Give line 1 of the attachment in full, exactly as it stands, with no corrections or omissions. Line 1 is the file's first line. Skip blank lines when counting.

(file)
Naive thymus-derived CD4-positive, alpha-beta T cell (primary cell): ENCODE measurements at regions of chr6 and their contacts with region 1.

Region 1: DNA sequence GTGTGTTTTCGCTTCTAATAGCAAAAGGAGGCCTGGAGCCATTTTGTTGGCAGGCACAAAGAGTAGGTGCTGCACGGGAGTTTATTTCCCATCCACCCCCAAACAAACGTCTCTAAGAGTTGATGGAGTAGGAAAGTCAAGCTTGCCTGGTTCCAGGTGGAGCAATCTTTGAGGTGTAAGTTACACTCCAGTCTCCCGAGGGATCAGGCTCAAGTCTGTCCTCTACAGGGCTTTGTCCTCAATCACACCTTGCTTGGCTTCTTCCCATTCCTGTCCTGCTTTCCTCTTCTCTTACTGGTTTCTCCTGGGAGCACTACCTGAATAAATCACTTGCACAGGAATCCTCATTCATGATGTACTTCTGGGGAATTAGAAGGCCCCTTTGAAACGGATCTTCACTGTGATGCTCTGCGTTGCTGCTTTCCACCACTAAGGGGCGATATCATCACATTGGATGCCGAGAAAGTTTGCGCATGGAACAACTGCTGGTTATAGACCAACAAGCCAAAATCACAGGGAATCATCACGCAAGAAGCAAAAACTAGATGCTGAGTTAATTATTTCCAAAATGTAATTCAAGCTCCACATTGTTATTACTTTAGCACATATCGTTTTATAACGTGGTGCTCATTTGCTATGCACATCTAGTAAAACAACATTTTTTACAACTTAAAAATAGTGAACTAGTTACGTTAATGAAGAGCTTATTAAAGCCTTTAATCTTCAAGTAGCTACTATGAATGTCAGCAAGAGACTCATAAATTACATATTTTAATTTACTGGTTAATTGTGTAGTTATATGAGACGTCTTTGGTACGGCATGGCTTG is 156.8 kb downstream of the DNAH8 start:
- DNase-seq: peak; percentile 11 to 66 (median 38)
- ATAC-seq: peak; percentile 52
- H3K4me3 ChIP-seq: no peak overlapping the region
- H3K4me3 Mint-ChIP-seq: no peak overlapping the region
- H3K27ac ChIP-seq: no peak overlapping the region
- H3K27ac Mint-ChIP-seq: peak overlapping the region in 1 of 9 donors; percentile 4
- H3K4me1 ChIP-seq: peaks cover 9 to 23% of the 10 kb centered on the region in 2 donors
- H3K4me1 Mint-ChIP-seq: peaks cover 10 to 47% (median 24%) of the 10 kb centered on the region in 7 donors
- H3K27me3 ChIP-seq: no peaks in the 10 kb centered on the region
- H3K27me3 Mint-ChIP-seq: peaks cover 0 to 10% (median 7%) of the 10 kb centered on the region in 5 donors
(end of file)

Naive thymus-derived CD4-positive, alpha-beta T cell (primary cell): ENCODE measurements at regions of chr6 and their contacts with region 1.